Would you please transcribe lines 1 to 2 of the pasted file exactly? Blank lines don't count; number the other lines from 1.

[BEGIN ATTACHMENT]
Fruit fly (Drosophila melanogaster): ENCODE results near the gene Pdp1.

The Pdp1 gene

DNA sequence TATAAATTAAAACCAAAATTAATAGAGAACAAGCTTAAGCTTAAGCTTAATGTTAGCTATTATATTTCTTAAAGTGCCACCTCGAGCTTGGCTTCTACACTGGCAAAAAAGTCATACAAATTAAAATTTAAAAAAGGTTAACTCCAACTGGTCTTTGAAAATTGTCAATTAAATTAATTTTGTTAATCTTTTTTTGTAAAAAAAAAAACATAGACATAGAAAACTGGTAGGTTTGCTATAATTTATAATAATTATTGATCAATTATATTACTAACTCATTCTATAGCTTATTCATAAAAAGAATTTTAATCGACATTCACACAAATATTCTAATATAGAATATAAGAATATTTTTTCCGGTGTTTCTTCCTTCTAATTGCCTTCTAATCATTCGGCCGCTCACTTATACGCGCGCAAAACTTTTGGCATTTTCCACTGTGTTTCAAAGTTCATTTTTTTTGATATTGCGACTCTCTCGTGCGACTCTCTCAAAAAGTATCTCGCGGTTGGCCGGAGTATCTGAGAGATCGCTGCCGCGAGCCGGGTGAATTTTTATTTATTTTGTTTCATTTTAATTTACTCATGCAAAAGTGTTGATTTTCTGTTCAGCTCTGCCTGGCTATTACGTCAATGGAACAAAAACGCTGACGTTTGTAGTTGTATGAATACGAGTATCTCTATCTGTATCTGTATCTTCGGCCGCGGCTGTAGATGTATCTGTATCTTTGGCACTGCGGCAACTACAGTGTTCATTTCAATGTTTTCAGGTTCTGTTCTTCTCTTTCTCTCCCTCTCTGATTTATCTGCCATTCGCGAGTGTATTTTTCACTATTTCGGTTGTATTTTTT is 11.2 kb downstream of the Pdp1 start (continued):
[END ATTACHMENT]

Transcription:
Fruit fly (Drosophila melanogaster): ENCODE results near the gene Pdp1.

The Pdp1 gene